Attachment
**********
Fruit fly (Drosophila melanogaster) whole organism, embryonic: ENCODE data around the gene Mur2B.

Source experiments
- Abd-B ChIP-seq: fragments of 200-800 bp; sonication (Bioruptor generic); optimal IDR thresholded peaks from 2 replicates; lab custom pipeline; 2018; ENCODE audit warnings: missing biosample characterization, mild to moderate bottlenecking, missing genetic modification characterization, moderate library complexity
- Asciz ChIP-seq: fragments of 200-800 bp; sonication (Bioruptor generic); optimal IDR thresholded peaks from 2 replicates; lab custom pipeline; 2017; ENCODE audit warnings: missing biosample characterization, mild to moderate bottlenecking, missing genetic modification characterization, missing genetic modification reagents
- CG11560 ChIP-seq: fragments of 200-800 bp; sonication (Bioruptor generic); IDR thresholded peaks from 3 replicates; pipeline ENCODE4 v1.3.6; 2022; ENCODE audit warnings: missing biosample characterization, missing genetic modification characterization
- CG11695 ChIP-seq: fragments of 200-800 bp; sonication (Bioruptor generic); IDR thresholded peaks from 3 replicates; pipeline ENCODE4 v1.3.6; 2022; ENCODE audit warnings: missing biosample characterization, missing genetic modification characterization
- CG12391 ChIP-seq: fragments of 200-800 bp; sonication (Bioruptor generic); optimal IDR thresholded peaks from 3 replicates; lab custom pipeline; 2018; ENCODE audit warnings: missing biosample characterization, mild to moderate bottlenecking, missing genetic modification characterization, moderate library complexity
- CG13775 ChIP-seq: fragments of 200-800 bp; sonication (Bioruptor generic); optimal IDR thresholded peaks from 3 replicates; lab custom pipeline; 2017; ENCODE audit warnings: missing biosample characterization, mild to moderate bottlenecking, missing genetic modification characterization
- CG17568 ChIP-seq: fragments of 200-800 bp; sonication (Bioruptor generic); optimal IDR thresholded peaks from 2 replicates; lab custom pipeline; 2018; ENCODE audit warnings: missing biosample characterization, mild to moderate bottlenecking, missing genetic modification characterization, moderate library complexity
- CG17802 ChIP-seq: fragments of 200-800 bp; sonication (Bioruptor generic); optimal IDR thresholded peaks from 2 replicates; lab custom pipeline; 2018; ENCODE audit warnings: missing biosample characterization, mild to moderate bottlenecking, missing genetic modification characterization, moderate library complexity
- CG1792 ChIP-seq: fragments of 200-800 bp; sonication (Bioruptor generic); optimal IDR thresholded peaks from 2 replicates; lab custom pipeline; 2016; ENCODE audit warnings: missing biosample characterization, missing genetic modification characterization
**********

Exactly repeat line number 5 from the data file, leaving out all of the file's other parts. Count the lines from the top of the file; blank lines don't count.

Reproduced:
- CG11560 ChIP-seq: fragments of 200-800 bp; sonication (Bioruptor generic); IDR thresholded peaks from 3 replicates; pipeline ENCODE4 v1.3.6; 2022; ENCODE audit warnings: missing biosample characterization, missing genetic modification characterization